Full-text (+883): Vidhiprasanga, Vidhighna, Visheshavidhi, Pancavidhya, Kriyavidhi, Vidhihina, Dandavidhi, Prayashcittavidhi, Vidhiprayoga, Vidhideshaka, Yathavidhi, Prasadhanavidhi, Vidhiyoga, Vidhiviparyaya, Atmopadesha, Vidhipurvakam, Dharmavidhi, Avidhi, Niyogavidhi, Vidhiyajna.
Search found 81 books and stories containing Vidhi, Vidhī, Vi-dhi, Vi-dhī, Vīdhi; (plurals include: Vidhis, Vidhīs, dhis, dhīs, Vīdhis). You can also click to the full overview containing English textual excerpts. Below are direct links for the most relevant articles:
A History of Indian Philosophy Volume 1 (by Surendranath Dasgupta)
Part 14 - Mīmāṃsā as philosophy and Mīmāṃsā as ritualism < [Chapter IX - Mīmāṃsā Philosophy]
Part 1 - The place of the Upaniṣads in Vedic literature < [Chapter III - The Earlier Upaniṣads (700 B.c.— 600 B.c.)]
Lakulisha-Pashupata (Philosophy and Practice) (by Geetika Kaw Kher)
Ganakarika by Acharya Bhasarvajna < [Chapter 4 - The Philosophical Context]
Diksa (Initiation) < [Chapter 3 - The Ritualistic Context]
Purpose of the Study < [Introduction]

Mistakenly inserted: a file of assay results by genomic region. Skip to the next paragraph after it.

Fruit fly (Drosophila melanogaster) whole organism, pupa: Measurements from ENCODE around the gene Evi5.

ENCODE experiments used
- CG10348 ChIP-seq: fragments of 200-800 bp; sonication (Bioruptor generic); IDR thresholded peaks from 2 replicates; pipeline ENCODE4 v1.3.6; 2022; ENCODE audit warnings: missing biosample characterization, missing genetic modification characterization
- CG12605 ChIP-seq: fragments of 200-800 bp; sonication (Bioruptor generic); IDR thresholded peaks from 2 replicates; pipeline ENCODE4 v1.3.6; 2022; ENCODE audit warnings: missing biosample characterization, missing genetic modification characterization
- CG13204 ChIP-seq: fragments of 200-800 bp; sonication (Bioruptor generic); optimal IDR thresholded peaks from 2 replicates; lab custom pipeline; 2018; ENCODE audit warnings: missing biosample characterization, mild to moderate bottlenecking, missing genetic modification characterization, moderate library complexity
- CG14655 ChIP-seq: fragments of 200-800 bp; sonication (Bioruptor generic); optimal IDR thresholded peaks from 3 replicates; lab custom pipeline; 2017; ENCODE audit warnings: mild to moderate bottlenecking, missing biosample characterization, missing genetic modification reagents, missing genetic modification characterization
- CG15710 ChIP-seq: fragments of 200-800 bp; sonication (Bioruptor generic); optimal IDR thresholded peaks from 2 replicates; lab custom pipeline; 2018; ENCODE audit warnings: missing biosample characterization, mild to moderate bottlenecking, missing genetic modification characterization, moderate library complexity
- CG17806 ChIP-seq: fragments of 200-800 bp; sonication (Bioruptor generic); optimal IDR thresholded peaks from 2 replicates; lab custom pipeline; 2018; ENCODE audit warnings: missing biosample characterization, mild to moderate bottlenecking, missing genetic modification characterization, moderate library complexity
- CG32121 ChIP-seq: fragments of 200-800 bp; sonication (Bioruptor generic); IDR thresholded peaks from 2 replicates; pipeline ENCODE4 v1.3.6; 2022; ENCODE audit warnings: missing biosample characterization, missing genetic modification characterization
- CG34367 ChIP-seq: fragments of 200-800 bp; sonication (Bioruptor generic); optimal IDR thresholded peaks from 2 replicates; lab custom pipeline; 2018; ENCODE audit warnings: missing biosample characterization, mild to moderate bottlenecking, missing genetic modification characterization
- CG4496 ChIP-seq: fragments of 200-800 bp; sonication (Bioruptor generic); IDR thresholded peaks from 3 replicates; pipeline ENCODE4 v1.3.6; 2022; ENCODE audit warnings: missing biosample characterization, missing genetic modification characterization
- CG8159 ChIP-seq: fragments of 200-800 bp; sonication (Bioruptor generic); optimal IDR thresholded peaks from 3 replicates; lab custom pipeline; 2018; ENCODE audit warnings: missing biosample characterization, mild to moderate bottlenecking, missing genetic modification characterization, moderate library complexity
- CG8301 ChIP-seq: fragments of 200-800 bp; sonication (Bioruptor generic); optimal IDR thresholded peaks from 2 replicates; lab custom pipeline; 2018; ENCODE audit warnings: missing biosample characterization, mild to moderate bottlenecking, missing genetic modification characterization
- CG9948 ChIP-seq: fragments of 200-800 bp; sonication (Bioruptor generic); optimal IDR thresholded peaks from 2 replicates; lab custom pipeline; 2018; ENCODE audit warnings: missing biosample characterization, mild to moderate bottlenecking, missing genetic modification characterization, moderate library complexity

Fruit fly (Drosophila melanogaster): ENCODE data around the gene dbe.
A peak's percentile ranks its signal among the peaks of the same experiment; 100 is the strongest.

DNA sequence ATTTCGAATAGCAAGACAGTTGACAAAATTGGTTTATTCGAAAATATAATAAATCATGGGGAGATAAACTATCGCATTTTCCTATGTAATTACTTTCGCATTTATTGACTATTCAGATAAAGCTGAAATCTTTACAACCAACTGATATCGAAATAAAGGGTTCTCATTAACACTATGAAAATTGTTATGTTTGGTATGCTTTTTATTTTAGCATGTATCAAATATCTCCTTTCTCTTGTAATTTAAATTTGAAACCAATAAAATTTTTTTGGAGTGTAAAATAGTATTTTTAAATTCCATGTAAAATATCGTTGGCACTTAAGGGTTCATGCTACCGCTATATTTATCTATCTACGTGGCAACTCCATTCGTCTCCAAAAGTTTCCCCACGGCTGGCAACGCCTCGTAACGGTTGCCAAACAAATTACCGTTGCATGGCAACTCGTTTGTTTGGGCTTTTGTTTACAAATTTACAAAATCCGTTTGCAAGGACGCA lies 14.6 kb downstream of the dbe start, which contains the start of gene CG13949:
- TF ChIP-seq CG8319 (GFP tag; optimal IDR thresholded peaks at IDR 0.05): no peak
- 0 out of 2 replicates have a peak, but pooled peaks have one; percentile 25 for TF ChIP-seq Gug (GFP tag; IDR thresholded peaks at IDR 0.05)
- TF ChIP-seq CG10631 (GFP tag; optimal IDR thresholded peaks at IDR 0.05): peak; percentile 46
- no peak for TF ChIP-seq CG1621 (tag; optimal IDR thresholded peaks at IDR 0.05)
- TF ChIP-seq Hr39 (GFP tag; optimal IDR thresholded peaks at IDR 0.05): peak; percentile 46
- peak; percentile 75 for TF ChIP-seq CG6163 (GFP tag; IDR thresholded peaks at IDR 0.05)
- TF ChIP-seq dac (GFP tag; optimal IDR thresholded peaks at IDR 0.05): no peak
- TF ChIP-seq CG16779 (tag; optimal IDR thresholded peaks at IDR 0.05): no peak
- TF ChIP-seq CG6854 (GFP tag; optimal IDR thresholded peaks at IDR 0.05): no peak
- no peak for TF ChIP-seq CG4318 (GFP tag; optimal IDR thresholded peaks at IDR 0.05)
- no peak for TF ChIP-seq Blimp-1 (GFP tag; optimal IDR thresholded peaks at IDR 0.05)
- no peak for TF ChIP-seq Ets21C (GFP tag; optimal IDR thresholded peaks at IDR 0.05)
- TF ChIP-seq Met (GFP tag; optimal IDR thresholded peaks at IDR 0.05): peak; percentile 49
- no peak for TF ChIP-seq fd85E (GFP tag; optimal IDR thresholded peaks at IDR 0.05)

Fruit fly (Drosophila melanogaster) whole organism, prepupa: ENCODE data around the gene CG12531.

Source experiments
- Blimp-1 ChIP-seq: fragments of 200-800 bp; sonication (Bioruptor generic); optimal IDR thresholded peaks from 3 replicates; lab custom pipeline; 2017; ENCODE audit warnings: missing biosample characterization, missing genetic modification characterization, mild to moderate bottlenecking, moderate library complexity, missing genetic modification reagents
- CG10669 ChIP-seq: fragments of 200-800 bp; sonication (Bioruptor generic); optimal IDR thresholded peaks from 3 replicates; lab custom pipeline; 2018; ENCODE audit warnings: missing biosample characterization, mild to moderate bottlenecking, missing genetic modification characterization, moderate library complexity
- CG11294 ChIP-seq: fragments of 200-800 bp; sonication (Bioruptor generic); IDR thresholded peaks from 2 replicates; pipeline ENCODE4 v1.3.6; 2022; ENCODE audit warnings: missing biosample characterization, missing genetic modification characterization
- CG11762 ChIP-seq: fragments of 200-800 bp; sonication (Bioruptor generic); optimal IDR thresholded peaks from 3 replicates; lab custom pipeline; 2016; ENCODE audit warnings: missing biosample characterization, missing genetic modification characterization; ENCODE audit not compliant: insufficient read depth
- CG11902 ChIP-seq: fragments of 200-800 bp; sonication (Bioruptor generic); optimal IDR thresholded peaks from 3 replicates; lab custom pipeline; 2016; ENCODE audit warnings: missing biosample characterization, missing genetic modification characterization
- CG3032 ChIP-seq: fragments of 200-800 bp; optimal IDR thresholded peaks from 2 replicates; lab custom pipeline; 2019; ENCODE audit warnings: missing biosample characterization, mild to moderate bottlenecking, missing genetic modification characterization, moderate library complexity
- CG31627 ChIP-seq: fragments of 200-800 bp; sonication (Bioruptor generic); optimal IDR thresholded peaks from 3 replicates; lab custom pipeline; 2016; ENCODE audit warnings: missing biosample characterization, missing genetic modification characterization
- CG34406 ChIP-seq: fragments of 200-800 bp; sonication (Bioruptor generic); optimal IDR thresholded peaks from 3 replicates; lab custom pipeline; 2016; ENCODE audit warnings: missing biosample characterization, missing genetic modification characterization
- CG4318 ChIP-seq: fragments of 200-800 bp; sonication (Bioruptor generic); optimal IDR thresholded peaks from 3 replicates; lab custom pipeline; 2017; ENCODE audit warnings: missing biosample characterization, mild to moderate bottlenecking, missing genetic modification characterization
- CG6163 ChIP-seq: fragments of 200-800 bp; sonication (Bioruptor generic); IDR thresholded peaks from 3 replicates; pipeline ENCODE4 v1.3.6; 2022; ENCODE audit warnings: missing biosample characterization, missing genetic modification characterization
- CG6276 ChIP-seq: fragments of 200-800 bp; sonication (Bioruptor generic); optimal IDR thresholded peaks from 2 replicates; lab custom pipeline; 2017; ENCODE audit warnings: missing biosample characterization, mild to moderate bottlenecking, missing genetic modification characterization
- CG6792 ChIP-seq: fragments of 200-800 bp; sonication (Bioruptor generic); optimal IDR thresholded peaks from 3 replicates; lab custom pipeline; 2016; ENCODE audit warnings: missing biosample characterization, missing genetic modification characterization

A History of Indian Philosophy Volume 2 (by Surendranath Dasgupta)
Part 6 - Conception of Sacrificial Duties in the Gītā < [Chapter XIV - The Philosophy of the Bhagavad-gītā]
Part 27 - Appaya Dīkṣita (a.d. 1550) < [Chapter XI - The Śaṅkara School of Vedānta (continued)]
Part 9 - Maṇḍana (a.d. 800) < [Chapter XI - The Śaṅkara School of Vedānta (continued)]
Manusmriti with the Commentary of Medhatithi (by Ganganatha Jha)
Verse 2.104 < [Section XIX - Twilight Prayers]
Verse 4.187 < [Section XIV - Other Duties]
Verse 3.127 < [Section VIII - Śrāddhas]
The Religion and Philosophy of Tevaram (Thevaram) (by M. A. Dorai Rangaswamy)
The various sects of Shaivism < [Volume 2 - Nampi Arurar and Mythology]
Chapter 3 - Thiruvathigai Veeratanam or Tiruvatikai Virattanam (Hymn 38) < [Volume 3.1 - Pilgrim’s progress: to Arur]
Chapter 2 - The Hymns, their Compilation and their Name < [Volume 1 - Nampi Arurar’s Tevaram (his life and age)]
Garga Samhita (English) (by Danavir Goswami)